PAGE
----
Current water and wastewater rates for Johnson Utilities are based on costs from 2007. The new required rate filing is based on what it costs in 2019 – 12 years later – and requests the revenue difference between the 2007 and 2019 test years to reflect current operating costs. Based on the figures in the application, the potential change to the average monthly residential customer bill could range from $3 to $15 depending on whether a customer receives water service, wastewater service, or both, and how much water they use. These numbers are proposed, not approved – the ACC will fully review the application to determine if there should be a change to rates.

EPCOR continues to make significant improvements in the Johnson Utilities system, and investment is still needed to secure the system’s long-term health and to provide safe, reliable service now and into the future. If the ACC approves new revenues from this application, they will not be used to pay for the capital investments outlined in a plan the ACC approved last year – the Commission is requiring Johnson Utilities’ ownership to finance those projects.

The ACC normally takes at least a year to review and decide on rate cases, so customer bills won’t see any change to rates before spring 2021 at the earliest. EPCOR is committed to keeping Johnson Utilities customers informed as the process continues.

Water Supply
With the warm, high-use season approaching and the temporary restriction on new service connections lifted, we’re prioritizing expanding water supplies in the Johnson Utilities system. This approach served us well in 2019 and includes these approaches for 2020: Optimizing existing supplies through multiple improvements to the water treatment process. The project to install a third ion exchange water treatment vessel at the Main Yard is moving ahead on schedule. We’ve also added flow-pacing technology to give us the ability to treat water more consistently, effectively and efficiently.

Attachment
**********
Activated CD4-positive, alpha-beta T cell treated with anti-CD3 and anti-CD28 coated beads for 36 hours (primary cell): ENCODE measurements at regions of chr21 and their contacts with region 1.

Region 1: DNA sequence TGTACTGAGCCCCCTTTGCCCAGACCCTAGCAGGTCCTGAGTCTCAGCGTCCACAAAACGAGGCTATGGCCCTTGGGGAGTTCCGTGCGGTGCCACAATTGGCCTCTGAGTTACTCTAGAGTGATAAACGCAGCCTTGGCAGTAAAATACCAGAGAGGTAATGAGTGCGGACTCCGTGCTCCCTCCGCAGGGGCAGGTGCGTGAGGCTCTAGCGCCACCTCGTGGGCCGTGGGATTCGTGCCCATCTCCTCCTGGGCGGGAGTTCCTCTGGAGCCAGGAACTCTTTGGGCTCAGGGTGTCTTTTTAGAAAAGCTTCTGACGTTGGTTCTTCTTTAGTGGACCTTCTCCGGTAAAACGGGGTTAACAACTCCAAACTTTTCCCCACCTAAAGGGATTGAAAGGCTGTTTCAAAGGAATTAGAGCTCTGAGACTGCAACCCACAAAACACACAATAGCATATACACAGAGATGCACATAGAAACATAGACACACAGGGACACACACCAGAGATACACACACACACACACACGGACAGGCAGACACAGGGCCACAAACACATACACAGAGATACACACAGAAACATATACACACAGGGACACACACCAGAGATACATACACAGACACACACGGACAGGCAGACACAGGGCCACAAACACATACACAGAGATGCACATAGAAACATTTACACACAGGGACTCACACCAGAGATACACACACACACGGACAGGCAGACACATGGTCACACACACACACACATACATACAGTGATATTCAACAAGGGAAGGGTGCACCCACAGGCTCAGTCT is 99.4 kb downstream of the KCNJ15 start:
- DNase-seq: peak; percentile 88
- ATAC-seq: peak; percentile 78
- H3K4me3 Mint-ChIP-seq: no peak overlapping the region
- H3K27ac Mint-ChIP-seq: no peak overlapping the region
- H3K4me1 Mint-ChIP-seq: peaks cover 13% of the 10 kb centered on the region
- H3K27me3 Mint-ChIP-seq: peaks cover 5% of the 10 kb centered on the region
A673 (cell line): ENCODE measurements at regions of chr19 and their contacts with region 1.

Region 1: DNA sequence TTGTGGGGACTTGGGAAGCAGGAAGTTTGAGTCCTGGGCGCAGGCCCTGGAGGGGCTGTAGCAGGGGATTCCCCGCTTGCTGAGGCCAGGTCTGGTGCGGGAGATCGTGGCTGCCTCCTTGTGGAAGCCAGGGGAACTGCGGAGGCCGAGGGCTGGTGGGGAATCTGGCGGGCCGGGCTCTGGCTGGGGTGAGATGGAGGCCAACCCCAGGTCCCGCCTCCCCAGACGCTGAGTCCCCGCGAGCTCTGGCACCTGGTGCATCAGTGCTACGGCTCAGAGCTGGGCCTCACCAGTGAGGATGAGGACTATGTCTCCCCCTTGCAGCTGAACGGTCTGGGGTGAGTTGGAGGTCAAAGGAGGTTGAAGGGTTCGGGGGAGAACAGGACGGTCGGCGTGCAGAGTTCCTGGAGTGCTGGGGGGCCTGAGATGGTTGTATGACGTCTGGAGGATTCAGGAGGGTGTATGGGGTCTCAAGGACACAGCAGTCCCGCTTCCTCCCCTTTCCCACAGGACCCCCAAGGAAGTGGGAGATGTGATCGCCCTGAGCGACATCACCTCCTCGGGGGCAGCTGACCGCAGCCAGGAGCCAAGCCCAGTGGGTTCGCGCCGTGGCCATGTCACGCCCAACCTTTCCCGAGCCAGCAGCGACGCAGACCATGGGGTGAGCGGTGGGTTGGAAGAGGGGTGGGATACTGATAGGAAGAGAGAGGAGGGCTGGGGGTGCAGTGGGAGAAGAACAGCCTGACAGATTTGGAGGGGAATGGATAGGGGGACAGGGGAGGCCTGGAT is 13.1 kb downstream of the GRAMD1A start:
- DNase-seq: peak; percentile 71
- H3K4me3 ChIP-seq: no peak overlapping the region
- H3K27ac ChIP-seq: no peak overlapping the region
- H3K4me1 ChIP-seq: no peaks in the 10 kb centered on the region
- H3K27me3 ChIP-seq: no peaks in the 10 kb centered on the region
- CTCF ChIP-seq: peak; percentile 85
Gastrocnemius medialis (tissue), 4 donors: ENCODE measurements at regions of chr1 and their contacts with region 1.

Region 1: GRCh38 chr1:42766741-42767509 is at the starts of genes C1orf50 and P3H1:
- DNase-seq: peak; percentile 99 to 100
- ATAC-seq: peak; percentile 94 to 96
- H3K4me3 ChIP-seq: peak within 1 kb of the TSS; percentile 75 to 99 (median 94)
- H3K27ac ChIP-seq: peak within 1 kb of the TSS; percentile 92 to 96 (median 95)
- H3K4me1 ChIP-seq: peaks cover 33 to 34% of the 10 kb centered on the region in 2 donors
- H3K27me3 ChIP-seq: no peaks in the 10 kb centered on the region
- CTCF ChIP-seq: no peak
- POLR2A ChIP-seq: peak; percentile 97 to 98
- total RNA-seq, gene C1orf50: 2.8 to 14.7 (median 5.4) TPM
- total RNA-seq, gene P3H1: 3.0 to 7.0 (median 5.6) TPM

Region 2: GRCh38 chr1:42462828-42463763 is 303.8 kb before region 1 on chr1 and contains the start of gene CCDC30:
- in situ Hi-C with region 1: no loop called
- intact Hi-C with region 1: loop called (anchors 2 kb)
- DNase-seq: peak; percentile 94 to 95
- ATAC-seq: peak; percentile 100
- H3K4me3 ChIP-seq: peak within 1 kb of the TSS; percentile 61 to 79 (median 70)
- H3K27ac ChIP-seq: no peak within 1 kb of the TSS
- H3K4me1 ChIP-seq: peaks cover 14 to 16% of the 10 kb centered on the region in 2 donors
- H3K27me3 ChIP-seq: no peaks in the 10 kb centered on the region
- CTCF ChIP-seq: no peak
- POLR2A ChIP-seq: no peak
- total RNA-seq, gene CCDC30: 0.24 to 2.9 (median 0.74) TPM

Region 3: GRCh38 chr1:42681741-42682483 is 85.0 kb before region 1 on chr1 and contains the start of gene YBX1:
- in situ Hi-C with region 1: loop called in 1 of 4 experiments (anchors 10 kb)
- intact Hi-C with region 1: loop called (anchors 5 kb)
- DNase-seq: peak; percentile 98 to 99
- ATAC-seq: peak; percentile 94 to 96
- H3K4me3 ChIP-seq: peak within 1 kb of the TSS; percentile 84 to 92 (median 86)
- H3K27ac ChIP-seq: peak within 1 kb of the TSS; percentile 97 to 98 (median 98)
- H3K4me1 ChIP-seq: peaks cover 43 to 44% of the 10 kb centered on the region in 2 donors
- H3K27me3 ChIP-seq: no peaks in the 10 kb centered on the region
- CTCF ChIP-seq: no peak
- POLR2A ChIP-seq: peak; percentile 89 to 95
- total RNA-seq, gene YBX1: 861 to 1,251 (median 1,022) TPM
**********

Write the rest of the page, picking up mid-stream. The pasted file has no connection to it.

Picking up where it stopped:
Developing new wells. We expect the new Promenade Well #2 to be operating by late spring – this will add 2.6 million gallons of water a day to the system. Other new wells are in various stages of development. We’re also evaluating existing but non-operational wells to bring them online where we can, an ongoing process to maximize the existing resources in cost-effective ways.

Hydrant Maintenance and Public Safety
A safe and reliable water supply is about more than drinking water. Emergency water supplies available through hydrants – and water pressure adequate for them to operate correctly – are critical for community health and safety. We’ve recently implemented a program of regular hydrant maintenance throughout the Johnson Utilities service territory. We’ve already serviced and made repairs when needed to about 20% of the hydrants and we’re steadily working through the rest. And because of the water-pressure improvements we’ve already made in throughout the system, hydrants will operate better should they be needed for emergency water supplies.